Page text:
As for the races themselves, there’s one short race of roughly about 15 minutes called the Sprint, and then a 30 minute-long second race which is the Main race. Like the All-Stars races, the second, longer race has a reverse grid. However, unlike All-Stars, it’s only the top eight that get reversed.
The Sprint’s point system goes 25-22-20-18-16 for the top five and then it’s one fewer point for every further position down to 20th. Then for the Main race, the top 25 score with it going 50-45-40-37-34-31-28-26-24-22 for the top ten. It then goes down by two points from 11th to 16th and then by one point until 25th.
#PESC – This Saturday the first race of the #Porsche @TAGHeuer Esports Supercup by @iRacing kicks off at Hockenheimring live at 17:30 UTC. Thrilling takeovers, risky maneuvers and head-to-head battles for every millisecond – motorsport fans, buckle up— Porsche Motorsport (@PorscheRaces) February 3, 2022
➡️ https://t.co/wfQsFIFGBM pic.twitter.com/FLJJgXA38j
Who will be competing?
A surprise to many before the season started was that Coanda Simsport – the leading outfit in PESC – announced a large portion of their team would not be participating in the season. Most prominently, these included 2021 runner-up Mitchell deJong and two-time champion Josh Rogers.
But don’t despair as there is still plenty of big-name talent competing in the series. 2019 champion Sebastian Job along with Red Bull teammate Graham Carroll, and also Max Benecke who will race for Team Redline.
Coanda will still participate with other prominent members of their team such as two-time Australian Supercars Eseries champion Dayne Warren, real world Porsche Supercup racer Ayhancan Güven and longtime PESC competitor Jeremy Bouteloup who announced on Twitter that he will be stepping back from competitive sim racing after the season is over.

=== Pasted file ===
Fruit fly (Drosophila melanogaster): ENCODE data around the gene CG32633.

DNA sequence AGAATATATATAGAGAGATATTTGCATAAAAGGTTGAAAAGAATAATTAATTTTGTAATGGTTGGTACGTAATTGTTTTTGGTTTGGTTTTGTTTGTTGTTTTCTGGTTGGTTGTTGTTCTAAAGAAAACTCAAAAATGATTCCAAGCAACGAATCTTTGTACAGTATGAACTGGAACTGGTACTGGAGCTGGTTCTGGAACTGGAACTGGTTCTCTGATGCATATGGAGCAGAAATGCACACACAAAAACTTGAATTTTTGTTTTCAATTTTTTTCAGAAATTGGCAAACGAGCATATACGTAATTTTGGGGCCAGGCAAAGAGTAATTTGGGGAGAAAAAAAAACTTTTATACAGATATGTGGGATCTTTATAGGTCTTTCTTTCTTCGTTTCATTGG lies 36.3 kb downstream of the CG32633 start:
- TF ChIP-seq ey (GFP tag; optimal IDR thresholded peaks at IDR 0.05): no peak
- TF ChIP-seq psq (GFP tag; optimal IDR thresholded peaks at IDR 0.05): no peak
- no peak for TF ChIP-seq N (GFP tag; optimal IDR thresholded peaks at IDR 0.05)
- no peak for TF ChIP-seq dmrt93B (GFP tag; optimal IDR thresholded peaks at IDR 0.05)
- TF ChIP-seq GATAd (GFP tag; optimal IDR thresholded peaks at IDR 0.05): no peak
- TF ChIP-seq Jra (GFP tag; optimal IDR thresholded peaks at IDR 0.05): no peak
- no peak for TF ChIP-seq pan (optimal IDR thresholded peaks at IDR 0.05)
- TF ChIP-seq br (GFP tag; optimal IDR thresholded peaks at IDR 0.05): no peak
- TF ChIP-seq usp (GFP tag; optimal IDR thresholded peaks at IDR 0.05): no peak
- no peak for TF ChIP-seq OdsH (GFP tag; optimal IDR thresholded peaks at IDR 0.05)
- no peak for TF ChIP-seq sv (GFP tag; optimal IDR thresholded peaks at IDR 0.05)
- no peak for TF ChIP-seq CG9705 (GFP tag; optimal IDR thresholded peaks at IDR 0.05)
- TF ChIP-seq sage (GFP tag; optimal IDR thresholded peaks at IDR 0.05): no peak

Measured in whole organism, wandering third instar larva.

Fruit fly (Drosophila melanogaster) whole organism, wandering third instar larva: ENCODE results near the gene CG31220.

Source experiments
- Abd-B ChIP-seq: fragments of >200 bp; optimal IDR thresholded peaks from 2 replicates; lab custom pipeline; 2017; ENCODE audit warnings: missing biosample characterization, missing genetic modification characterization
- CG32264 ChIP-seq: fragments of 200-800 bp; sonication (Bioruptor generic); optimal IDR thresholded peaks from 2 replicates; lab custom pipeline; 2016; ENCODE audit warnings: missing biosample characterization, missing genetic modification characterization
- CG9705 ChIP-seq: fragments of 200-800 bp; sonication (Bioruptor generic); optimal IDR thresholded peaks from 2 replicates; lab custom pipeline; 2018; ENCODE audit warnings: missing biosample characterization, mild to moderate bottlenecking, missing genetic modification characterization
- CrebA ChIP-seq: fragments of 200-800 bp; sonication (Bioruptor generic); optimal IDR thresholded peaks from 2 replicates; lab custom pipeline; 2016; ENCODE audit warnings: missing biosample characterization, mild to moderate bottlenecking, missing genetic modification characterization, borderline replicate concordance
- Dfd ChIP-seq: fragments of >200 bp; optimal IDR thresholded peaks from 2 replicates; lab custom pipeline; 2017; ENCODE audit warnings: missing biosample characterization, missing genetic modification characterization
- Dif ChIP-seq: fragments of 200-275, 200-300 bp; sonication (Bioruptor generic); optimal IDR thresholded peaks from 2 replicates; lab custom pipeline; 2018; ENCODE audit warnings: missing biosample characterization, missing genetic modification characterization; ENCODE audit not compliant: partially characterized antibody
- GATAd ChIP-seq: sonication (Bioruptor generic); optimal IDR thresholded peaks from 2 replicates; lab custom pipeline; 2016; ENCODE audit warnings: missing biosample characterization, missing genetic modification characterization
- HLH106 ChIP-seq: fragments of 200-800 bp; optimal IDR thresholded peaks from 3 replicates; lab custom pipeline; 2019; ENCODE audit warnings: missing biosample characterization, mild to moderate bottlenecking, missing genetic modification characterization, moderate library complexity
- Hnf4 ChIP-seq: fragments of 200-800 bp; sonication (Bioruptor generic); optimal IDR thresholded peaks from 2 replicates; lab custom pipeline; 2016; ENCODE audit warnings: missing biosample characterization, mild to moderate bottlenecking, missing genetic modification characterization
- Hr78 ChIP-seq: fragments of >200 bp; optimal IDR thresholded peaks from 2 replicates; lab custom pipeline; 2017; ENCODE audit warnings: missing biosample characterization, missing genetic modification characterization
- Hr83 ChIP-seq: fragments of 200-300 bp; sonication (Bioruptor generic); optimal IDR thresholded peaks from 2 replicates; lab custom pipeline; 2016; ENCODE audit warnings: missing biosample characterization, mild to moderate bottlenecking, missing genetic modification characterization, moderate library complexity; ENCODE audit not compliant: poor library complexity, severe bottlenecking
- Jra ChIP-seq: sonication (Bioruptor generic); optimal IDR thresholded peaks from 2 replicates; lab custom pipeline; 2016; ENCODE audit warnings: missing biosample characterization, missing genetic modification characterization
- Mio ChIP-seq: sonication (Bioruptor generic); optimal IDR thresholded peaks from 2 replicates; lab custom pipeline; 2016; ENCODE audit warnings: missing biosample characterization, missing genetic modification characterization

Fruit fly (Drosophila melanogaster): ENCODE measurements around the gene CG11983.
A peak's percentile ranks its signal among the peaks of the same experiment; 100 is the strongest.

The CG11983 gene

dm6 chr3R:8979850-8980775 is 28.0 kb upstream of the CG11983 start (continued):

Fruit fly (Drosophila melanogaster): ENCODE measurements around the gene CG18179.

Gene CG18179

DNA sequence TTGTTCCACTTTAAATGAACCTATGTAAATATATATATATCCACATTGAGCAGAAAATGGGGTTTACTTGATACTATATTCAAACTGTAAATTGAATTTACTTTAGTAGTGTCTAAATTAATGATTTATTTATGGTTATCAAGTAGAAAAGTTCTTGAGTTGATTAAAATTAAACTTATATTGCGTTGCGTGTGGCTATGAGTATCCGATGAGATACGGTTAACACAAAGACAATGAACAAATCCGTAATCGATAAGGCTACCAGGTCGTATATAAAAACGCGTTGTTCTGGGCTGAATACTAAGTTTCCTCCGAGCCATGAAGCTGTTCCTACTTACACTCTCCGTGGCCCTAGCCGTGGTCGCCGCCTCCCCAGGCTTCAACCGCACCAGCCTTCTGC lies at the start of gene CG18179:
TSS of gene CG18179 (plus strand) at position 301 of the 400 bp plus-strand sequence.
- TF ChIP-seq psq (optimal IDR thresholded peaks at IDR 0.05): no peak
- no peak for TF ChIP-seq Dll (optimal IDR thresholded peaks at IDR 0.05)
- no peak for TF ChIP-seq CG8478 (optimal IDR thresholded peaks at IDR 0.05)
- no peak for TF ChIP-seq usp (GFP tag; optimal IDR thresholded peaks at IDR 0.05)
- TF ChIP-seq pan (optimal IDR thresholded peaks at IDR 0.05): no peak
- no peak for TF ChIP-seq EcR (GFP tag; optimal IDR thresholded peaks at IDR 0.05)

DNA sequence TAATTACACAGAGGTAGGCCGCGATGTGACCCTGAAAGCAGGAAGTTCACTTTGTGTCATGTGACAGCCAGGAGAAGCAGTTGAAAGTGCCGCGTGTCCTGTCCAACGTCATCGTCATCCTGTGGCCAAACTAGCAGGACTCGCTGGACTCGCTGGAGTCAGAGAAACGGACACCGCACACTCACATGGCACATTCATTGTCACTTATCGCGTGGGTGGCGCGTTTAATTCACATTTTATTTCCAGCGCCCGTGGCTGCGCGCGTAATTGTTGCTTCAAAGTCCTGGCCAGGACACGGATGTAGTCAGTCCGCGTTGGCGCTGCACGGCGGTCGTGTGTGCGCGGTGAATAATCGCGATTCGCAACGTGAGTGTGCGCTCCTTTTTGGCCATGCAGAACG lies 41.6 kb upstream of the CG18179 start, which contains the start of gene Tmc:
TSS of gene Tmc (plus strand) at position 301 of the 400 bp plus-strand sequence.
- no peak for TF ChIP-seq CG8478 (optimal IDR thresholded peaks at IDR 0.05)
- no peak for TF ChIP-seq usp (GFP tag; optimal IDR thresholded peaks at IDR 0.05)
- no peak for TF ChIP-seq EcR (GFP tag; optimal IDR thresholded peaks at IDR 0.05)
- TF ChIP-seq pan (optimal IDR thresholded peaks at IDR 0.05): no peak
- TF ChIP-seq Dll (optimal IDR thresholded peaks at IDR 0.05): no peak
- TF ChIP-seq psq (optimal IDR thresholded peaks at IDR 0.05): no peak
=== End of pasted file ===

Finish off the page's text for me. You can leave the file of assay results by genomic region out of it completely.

After winning the Daytona 24 hours Special Event on iRacing a couple of weeks ago and contending with Redline on Day 3 of the VCO Esports Racing World Cup last week, Apex Racing Team will be hoping to carry that momentum on the sim where they’ve found all this success in the headline iRacing championship.
They’re fielding the likes of iRacing Grand Prix champion Peter Berryman, Yohann Harth who shared the overall Daytona winning car with Berryman and ERWC competitor Jamie Fluke. Kevin Ellis Jr. is another, who only just lost out to Sebastian Job in the 2021 Porsche Esports Carrera Cup Great Britain. Their driver Alejandro Sánchez will also be competing but for SDK Gaming.
How to watch
Rd 1: 5 February – Hockenheimring
Rd 2: 19 February – Barcelona
Rd 3: 5 March – TBD (Public vote)
Rd 4: 19 March – Silverstone
Rd 5: 26 March – Red Bull Ring
Rd 6: 9 April – Circuit Gilles Villeneuve
Rd 7: 23 April – Spa-Francorchamps
Rd 8: 7 May – Nürburgring Nordschleife
Rd 9: 23 May – Circuit de la Sarthe
Rd 10: 4 June – Monza
Who do you think will be Porsche TAG Heuer Esports Supercup champion? Tell us on Twitter at @OverTake_gg or in the comments down below!